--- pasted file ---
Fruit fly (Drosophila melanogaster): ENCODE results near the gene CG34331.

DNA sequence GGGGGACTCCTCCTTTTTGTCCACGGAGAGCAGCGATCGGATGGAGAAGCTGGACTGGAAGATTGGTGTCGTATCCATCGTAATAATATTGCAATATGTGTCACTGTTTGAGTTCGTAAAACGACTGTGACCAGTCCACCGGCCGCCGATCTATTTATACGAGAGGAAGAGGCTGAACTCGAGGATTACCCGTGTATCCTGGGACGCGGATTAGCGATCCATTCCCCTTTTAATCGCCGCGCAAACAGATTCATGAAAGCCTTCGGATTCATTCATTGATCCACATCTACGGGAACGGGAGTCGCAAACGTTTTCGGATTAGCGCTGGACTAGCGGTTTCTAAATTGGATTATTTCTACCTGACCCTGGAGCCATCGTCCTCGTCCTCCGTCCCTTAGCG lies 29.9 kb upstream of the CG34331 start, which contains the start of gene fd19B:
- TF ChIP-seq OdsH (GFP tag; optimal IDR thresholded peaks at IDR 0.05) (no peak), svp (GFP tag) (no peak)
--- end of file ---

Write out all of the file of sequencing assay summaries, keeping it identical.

Fruit fly (Drosophila melanogaster): ENCODE results near the gene CG34331.

DNA sequence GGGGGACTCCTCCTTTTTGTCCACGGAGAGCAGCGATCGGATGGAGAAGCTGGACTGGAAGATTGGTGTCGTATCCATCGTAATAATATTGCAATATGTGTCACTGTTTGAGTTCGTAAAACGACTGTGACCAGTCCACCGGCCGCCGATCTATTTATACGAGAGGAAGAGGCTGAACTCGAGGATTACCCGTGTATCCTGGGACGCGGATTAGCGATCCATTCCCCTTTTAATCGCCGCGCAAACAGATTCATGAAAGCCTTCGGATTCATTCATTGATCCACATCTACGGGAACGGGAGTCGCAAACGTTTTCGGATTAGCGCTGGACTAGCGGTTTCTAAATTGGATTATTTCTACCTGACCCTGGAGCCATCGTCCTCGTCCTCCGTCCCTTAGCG lies 29.9 kb upstream of the CG34331 start, which contains the start of gene fd19B:
- TF ChIP-seq OdsH (GFP tag; optimal IDR thresholded peaks at IDR 0.05) (no peak), svp (GFP tag) (no peak)